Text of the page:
Þórðr mauraskáld (Þmaur)
11th century; volume 3; ed. Diana Whaley;
Fragment (Frag) - 1
Nothing is known about this skald (Þmaur) or about the original context of his sole surviving fragment, preserved only in SnE (Skm). Þórðr has been designated an Icelander and tentatively placed in the eleventh century (e.g. in Skj, and by Faulkes in SnE 1998, II, 523), though neither his nickname nor the fragment afford any decisive clues. The form of the poet’s nickname is given as mauraskáld (‘maura’ (Tˣ, B, C), ‘mꜹra’ (R, A) or ‘mavra’ (W, U)) in all the mss that cite the fragment. If maura- is correct, its meaning is uncertain. Maurr m. means ‘ant’, and it may occur in Norwegian place names with its literal sense or else as a nickname (e.g. Rygh et al. 1897-1936, IV, I, 31, 63, etc.). CVC: maurr cites a metaphorical use of pl. maurar to mean ‘money-bags, in a contemptuous sense’. The first element of Þórðr’s nickname is, meanwhile, treated in some sources as Mœra, gen. pl. of Mœrir, the name for the inhabitants of the Norwegian district of Møre (ON Mœrr; so SnE 1848-87, I, 406 and n., citing Mavrir (strictly Mꜹrom) as a spelling for Mœrir in Fms 10, 386; Finnur Jónsson 1907, 246; Lind 1920-1, col. 264; SnE 1931, 272). A geographical or related term would be well paralleled in nicknames of skalds (see Finnur Jónsson 1907, 246), but the orthographic evidence does not warrant assuming that Þórðr was named Mœraskáld.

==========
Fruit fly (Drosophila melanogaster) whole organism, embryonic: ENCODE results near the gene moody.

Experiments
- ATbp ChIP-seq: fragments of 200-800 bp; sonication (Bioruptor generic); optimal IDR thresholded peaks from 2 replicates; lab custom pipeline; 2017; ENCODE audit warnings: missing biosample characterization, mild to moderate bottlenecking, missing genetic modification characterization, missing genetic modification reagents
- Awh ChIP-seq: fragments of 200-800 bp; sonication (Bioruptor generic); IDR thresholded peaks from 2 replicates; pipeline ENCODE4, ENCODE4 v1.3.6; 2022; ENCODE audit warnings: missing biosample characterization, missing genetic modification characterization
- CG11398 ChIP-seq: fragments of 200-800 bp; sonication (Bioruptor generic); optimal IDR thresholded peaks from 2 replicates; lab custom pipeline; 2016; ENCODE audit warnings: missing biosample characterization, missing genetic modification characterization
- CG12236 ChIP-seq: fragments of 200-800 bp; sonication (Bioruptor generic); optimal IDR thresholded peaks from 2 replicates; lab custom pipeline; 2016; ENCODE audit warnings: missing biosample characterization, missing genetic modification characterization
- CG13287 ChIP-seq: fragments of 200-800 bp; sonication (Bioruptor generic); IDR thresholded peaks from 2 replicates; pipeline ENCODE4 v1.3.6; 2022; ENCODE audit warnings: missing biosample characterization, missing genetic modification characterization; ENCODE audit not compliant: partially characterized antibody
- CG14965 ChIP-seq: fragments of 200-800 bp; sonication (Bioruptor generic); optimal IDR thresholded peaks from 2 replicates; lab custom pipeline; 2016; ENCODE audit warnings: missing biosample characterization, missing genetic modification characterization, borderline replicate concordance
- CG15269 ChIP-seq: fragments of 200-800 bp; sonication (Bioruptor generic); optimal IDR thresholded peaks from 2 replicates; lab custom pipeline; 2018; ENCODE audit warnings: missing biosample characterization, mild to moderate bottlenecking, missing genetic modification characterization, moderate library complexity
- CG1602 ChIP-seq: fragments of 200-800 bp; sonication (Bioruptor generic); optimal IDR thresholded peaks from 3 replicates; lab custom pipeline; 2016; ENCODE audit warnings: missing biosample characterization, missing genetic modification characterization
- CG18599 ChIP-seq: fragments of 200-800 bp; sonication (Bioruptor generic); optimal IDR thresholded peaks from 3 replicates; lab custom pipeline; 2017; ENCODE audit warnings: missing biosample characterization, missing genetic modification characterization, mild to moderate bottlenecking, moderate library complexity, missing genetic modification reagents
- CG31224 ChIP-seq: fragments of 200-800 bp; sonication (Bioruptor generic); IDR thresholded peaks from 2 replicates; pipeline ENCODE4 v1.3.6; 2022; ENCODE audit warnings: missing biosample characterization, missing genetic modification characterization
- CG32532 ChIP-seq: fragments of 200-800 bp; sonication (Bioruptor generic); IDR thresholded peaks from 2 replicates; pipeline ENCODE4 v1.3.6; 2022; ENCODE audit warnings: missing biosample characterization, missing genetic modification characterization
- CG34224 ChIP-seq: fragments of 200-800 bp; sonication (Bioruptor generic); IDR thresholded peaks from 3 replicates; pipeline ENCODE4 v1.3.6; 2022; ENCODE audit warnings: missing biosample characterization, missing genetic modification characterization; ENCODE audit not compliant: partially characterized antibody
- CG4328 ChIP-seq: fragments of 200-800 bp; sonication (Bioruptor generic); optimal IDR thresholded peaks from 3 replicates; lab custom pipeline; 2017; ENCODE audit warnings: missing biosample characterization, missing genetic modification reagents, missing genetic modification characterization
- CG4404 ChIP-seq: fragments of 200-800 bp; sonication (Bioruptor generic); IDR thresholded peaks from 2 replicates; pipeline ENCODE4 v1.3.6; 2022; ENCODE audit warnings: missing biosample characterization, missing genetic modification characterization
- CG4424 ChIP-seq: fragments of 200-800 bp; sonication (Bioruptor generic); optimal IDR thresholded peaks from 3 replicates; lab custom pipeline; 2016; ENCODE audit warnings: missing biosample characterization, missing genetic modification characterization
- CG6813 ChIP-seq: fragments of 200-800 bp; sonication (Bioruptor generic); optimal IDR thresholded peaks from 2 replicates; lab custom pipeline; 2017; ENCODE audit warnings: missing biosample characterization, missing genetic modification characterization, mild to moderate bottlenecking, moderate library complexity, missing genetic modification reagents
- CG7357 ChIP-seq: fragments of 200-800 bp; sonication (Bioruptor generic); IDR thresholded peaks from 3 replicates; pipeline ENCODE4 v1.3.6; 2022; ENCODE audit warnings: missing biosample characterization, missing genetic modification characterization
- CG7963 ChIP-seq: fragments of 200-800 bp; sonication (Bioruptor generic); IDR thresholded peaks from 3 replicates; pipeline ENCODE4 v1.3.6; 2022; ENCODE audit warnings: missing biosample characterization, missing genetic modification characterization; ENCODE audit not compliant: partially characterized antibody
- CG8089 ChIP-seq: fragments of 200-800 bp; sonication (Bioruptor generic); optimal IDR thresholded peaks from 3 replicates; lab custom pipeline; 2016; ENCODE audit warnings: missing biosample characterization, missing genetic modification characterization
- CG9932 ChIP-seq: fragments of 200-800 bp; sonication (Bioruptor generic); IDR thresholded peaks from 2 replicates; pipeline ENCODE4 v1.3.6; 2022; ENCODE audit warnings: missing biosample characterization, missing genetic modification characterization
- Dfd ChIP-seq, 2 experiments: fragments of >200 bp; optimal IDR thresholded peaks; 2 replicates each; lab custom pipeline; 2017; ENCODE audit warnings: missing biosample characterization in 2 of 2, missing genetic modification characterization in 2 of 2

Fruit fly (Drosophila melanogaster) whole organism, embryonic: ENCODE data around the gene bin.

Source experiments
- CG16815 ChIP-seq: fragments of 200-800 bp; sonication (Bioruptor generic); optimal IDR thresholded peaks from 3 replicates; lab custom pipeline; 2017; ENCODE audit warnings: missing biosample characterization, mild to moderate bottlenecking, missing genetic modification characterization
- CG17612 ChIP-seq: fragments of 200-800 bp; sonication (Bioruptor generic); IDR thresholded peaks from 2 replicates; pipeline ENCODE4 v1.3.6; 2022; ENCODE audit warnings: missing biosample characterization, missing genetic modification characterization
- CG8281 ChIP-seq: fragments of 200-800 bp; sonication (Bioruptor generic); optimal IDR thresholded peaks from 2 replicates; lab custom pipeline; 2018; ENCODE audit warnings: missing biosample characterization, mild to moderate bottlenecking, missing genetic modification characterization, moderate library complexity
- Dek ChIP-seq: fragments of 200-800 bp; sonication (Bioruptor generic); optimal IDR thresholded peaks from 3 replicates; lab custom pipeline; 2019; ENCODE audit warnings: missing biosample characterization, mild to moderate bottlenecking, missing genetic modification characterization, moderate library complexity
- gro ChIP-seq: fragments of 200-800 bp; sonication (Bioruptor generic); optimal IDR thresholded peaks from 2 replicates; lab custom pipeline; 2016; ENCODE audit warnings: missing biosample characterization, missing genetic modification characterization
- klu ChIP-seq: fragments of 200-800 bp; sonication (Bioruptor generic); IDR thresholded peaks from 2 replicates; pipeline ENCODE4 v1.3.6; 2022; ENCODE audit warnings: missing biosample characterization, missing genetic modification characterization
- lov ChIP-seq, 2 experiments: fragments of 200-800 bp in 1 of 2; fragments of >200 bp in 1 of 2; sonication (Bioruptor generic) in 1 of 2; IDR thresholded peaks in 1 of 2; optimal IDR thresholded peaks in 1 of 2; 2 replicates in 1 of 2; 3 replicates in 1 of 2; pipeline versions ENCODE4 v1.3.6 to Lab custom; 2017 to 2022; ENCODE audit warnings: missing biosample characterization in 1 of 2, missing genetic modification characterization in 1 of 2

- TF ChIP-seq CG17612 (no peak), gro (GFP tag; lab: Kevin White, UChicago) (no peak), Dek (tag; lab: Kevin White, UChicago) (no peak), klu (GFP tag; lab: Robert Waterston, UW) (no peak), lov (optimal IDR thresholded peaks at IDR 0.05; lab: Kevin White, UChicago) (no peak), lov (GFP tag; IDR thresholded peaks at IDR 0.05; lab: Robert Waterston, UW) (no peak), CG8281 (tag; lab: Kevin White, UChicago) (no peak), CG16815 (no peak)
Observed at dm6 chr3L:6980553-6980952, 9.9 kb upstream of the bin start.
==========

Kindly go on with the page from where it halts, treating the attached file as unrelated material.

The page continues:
Diana Whaley 2017, ‘ Þórðr mauraskáld, Fragment’ in Kari Ellen Gade and Edith Marold (eds), Poetry from Treatises on Poetics. Skaldic Poetry of the Scandinavian Middle Ages 3. Turnhout: Brepols, p. 474. <https://skaldic.org/m.php?p=text&i=1456> (accessed 18 January 2022)
Skj: Þórðr mauraskáld: Af et ubestemmeligt digt (AI, 419, BI, 388); stanzas (if different): [v]
in texts: LaufE, Skm, SnE
SkP info: III, 474
This helmingr (Þmaur Frag), preserved only in SnE (Skm) and 761bˣ, appears to address one man and to compliment another (or possibly the same man), but nothing is known of their identity or the circumstances of composition. The mss are R, Tˣ, W, U, A, B, C, and W is here used as the main ms. since R lacks the opening three syllables due to a torn-off corner (as well as having two less convincing readings). A transcript of the fragment is also preserved in 761bˣ(452r), but it is not used in the edition below. The transcript shares the main SnE readings, but ‘froður’ (‘wise’?) is added in the margin as a variant to fǫður (l. 4).